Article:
Dynisco also offers the new Spear System ESN probes, which have removable tip heaters and are less expensive than other Spear nozzles. Also new from Spear and Dynisco are externally heated nozzles to supplement Spear’s torpedo types. These ESP probes have a free-flow open bore suited to running engineering resins. They also have replaceable tips.
Fast Heat’s new Precision II bushings and nozzles come in 11 gating types and four body/head styles, all designed for mid-sized parts with a medium pitch. They have wear-resistant, replaceable tips and thermocouples. Also replaceable is the new sleeve heater, which has a swaged-type, compacted insulation that resists moisture absorption and provides long life. This type of heater construction has been used before in bushings, but was not previously replaceable.
Side gating without generating a cold slug is possible with new multi-tip nozzles from Gunther. Each tip extends right up to the part through a split insert around the nozzle, leaving no land. A nozzle can have up to four tips.
New Heatlock products from DMS include three kinds of filter nozzles and the NPT-1-Xtnd bushing with extended needle tip. It allows direct gating into highly profiled surfaces and/or restricted areas. It has an open flow channel and ceramic insulation.
Superior mixing ability that both eliminates flow lines and allows fast color change is claimed for Husky’s novel 750 Series UltraFlow nozzle tip. Its reportedly unique design splits melt into a straight longitudinal flow along the torpedo and a spiral flow around the torpedo. The two flows mix, providing thermal homogeneity and erasing flow lines with metallic pigments or fillers. The UltraFlow nozzle tip can be retrofitted directly to Husky hot tips and valve gates.
Incoe’s new FC (Fast Cycle) systems are designed for fast-cycling closure molds of two to 96 cavities. They include special tips designed for extended life and quick color change. These systems have replaceable heaters and are serviceable from the parting line while in the press.
A newly expanded line of hot-runner components from Melt Design now includes tips and thermocouples that can be replaced in the press. Different styles of screw-on tips are now interchangeable on the same nozzle body.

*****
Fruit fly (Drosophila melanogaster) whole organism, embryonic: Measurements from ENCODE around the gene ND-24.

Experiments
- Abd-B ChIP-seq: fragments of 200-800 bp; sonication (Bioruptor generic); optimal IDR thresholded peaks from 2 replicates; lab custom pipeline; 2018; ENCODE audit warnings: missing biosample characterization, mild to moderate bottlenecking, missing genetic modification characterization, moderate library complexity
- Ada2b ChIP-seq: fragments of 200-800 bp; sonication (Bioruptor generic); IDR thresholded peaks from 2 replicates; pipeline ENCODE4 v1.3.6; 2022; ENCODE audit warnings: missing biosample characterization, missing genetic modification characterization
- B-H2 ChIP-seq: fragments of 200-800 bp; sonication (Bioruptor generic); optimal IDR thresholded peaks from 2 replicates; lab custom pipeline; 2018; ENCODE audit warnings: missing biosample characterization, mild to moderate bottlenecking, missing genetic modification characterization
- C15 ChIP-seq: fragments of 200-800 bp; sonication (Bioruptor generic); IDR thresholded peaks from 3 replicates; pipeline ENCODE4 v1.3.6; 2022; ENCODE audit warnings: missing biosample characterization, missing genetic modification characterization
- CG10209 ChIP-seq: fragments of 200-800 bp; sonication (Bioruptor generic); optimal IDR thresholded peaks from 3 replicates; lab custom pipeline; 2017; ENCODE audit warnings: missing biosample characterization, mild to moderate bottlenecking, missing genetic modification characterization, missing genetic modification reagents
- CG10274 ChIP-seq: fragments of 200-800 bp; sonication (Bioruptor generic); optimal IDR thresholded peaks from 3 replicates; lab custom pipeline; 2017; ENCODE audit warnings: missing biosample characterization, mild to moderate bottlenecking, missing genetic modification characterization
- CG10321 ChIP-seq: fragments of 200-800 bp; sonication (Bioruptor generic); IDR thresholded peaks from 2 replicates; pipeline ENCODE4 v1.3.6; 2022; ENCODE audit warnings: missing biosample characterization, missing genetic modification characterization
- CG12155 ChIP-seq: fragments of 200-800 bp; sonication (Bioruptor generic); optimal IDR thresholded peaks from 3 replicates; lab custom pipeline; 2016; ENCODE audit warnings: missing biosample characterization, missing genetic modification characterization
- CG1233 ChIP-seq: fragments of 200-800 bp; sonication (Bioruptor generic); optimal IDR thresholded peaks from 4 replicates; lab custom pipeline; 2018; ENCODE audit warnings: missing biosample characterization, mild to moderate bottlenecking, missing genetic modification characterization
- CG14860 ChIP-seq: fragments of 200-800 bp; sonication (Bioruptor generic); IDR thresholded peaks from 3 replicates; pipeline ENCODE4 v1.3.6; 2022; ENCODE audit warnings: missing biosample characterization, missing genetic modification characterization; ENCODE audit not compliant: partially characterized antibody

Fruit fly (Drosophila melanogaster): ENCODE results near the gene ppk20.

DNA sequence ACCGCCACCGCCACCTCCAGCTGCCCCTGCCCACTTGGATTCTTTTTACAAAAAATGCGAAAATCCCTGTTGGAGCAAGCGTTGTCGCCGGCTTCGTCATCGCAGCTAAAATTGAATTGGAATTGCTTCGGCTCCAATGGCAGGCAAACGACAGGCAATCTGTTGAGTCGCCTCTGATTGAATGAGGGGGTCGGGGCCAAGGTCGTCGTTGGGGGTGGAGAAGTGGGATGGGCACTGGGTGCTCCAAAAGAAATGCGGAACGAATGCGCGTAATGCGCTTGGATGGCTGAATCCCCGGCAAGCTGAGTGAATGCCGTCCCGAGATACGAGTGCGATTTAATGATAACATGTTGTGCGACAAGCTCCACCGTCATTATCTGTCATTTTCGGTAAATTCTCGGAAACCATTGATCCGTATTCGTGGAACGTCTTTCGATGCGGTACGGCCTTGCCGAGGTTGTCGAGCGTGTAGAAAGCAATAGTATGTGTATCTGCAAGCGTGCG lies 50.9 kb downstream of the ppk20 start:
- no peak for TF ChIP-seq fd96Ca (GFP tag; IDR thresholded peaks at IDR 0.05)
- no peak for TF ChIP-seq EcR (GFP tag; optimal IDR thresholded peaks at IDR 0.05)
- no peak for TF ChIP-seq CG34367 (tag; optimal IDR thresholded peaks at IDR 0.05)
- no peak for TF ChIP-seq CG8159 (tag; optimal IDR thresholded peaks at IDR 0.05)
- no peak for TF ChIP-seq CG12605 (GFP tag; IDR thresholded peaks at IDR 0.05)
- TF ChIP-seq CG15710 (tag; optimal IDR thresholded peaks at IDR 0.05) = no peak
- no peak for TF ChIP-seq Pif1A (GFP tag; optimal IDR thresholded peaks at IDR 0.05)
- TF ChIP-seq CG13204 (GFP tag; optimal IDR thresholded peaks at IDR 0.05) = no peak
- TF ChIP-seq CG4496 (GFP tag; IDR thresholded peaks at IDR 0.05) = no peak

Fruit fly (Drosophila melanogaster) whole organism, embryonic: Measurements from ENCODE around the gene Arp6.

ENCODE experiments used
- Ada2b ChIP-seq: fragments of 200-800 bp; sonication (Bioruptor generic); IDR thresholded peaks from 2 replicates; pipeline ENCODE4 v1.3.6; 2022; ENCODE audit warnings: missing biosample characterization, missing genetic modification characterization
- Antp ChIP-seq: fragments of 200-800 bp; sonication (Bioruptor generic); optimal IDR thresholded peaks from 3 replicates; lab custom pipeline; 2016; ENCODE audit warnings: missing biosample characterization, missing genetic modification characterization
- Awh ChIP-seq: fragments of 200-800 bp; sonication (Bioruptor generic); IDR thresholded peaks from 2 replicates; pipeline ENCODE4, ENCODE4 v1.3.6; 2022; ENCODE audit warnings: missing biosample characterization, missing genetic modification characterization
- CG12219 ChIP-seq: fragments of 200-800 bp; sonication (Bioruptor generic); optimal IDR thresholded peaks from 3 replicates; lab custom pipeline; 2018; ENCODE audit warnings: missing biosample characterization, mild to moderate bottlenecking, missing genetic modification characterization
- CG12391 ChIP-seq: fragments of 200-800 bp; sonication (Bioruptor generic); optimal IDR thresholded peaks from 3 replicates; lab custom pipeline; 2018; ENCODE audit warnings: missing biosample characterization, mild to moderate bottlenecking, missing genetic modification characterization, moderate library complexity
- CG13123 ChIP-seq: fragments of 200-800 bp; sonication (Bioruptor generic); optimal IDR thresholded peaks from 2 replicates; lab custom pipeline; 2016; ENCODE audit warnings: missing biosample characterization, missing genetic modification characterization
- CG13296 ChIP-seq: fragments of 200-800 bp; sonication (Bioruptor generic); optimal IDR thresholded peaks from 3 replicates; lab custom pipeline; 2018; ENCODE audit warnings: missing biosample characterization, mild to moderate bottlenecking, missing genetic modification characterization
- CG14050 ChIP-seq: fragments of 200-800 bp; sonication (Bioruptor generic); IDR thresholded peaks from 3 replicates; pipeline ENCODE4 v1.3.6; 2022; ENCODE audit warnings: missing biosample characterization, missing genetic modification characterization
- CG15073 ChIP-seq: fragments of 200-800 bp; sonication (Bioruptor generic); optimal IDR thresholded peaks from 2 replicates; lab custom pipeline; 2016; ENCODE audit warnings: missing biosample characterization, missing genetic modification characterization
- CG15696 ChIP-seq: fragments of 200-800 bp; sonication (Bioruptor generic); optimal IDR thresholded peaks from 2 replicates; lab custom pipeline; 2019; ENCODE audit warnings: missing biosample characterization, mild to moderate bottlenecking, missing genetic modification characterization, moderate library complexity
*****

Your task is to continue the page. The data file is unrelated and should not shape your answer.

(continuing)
Mold-Masters also expanded its new standard line of MIM (Metal Injection Molded) Dura products, which replaces the former Dura series. It now includes five nozzle families of different shot-weight ranges (Femto, Pico, Deci, Centi, and Hecto), 15 gate configurations, and manifolds for two to 16 drops (up to 128 with bridging).
A new cast round manifold with bolt-on drops is the first of its kind, according to Plastic Engineering & Technical Services (P.E.T.S.). The manifold can now be removed in just one step. Also, the “floating” drops allow for thermal expansion.
Duratherm has quietly made several advances in bushings and torpedoes over the last couple of years. Its patented integrally heated, free-flow bushings reportedly make dramatic improvements in processing difficult engineering materials such as PPS, PPA, and 30% glass-filled PET. Patents are pending on two developments: circumferential “thermal isolation grooves” at the bottom end of the bushing that keep the tip from overheating, and “thermal adjustment rings” that reduce the tendency of bushings to run hottest midway along their length.
Duratherm also introduced patented center-fed torpedoes in which the melt flows in a straight line rather than turning a 90° angle, as in the usual side-fed design. As a result, they are said to process engineering materials better. These 240-V torpedoes reportedly eliminate the large cables used with competing designs that have low-voltage tip heaters.
In addition to the foregoing general-purpose products, some new hot-runner developments are tailored for more specific applications: